Although the question of how to properly transition adolescents with IBD to adult care is being widely addressed by researchers, standardized protocols have yet to be established. However, recently published literature provided recommendations and guidelines that can be utilized to achieve smooth transitioning of care.,, Dabadie et al. implemented a transition model involving joint pediatric–adult care visit before completely transferring patients to adult care. The majority of patients (85%) and their parents (74%) taking part in this transition model reported readiness and comfort following transition. Moreover, an established transition program for IBD patients in the Netherlands supports the notion that joint clinic visits can improve the readiness for transfer among IBD patients. Conversely, several studies have also highlighted the current deficiency that exists in transitioning of care for adolescents with IBD., Studies involving hereditary diseases such as cystic fibrosis and sickle cell disease clearly show improvement in outcomes when transition protocols are in place. Furthermore, standardized transition protocols for some illnesses, although not necessary, have also led to better care through transition clinic. A study by Holmes-Walker et al. that involved 191 patients with type 1 diabetes demonstrated improvements in glycemic control and reduction in DKA-related hospitalizations after providing a transition support program that was “designed to assist young people as they moved from pediatric to adult health services, and to remain under a system of care including a diabetes specialist, primary care physician and diabetes educator.” The success observed with these programs suggests that structured transitioning in general delivers better care and possibly favorable long-term outcomes. Based on our results, gastroenterologists seem to slightly favor having a joint outpatient clinic attended by patient, caregiver, pediatric gastroenterologist, and adult gastroenterologist to transition patients over other forms of transitioning, and this might be a reasonable yet resource-intense interim method that can be used to transition IBD patients until the optimal transitioning method is identified.
Having a standardized protocol for the transition of IBD patients in KSA may have a positive effect on patients' attitude toward their illness, as anticipating transition can be emotionally and physically stressful to patients, and may hopefully lead to better self-efficacy, patient compliance with therapy, and finally ensure the delivery of high-quality healthcare services to IBD patients across both private and public medical facilities. Studies that have compared long-term outcomes before and after the introduction of standardized transition protocols are needed to support this theory. A retrospective case-controlled study by Goodhand et al. assessed IBD outcomes in adolescent patients after they attended adolescent IBD transition and clinics reported a decrease in radiation exposures and better medication adherence. Similarly, a study by Cole et al. concluded that “transition programs may have a positive impact on important disease outcomes such as surgery and hospitalization rates in IBD patients” 2 years after forming an IBD transition clinic. A summary of studies that have investigated the effect a well-structured transition strategy might have on IBD disease outcomes is summarized in [Table 5].,,,,,,, Such reported impacts of structured transitioning on disease outcomes warrant further investigations on a national scale in developing countries.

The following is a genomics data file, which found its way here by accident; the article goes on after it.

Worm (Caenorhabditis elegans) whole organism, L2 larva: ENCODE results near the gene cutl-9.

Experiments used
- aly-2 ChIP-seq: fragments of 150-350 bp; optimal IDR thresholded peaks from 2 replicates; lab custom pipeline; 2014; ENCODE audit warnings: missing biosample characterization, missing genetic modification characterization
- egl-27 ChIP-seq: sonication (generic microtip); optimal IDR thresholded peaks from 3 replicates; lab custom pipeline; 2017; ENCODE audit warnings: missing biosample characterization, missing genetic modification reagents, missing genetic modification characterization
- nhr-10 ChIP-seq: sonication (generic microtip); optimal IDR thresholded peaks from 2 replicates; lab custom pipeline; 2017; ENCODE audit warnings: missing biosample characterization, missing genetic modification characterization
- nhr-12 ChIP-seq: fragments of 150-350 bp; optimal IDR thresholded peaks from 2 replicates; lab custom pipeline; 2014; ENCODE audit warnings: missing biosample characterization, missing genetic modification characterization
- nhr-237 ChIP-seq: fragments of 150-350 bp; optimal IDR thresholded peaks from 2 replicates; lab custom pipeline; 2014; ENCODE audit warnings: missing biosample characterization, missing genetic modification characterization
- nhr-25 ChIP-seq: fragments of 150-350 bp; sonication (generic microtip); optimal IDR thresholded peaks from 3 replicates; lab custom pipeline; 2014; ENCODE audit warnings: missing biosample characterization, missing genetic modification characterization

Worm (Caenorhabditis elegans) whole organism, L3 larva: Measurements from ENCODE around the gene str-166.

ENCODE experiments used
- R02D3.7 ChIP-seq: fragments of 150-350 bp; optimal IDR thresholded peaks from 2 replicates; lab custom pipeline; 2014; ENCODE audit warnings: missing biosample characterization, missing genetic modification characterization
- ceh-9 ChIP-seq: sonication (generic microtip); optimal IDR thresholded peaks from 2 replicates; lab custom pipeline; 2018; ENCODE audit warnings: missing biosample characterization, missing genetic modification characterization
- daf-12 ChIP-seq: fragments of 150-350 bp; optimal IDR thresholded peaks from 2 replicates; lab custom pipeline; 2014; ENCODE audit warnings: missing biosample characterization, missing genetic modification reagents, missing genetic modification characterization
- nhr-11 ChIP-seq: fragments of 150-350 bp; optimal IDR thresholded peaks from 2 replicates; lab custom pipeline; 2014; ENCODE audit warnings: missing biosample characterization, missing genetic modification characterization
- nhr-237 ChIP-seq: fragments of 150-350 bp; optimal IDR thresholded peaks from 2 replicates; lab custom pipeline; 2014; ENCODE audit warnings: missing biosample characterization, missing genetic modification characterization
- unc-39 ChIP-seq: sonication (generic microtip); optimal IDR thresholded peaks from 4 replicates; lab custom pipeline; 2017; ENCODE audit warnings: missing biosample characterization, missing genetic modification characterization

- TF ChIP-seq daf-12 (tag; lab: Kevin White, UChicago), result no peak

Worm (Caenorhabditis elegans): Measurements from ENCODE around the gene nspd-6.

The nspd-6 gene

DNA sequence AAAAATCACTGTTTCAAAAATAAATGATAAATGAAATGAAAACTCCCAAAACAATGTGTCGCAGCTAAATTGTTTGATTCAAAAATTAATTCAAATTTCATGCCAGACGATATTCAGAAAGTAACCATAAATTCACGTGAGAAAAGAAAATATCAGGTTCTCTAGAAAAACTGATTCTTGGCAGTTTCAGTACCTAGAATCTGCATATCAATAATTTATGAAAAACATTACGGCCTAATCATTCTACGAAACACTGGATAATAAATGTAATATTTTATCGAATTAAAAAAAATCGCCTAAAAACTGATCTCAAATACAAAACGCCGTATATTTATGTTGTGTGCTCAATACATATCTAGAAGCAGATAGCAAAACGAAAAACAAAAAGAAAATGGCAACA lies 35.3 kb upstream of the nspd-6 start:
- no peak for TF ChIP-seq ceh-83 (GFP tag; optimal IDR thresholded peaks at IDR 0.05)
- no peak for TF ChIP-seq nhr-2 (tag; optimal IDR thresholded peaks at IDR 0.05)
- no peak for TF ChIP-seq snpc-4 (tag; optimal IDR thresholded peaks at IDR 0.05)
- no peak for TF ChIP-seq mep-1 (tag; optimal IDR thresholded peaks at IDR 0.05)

|Table 5: Summary of studies that have examined the effect of a transition program on IBD outcomes|
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We acknowledge that this study has several limitations including using a nonvalidated questionnaire to survey participants and a small sample size due to the low response rates. Larger well-designed national surveys are needed to further investigate the ideal method of transitioning and identify barriers to proper transitioning of IBD care in developing countries.
| Conclusions|| |
Adult and pediatric gastroenterologists practicing in KSA acknowledge the importance of having a standardized transition of care protocol for adolescents with IBD. The impact such an intervention might have on quality of care and long-term IBD outcomes are yet to be determined.
Financial support and sponsorship
Conflicts of interest
There are no conflicts of interest.
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Department of Medicine, King Abdulaziz University, Jeddah
Kingdom of Saudi Arabia
Source of Support: None, Conflict of Interest: None
[Table 1], [Table 2], [Table 3], [Table 4], [Table 5]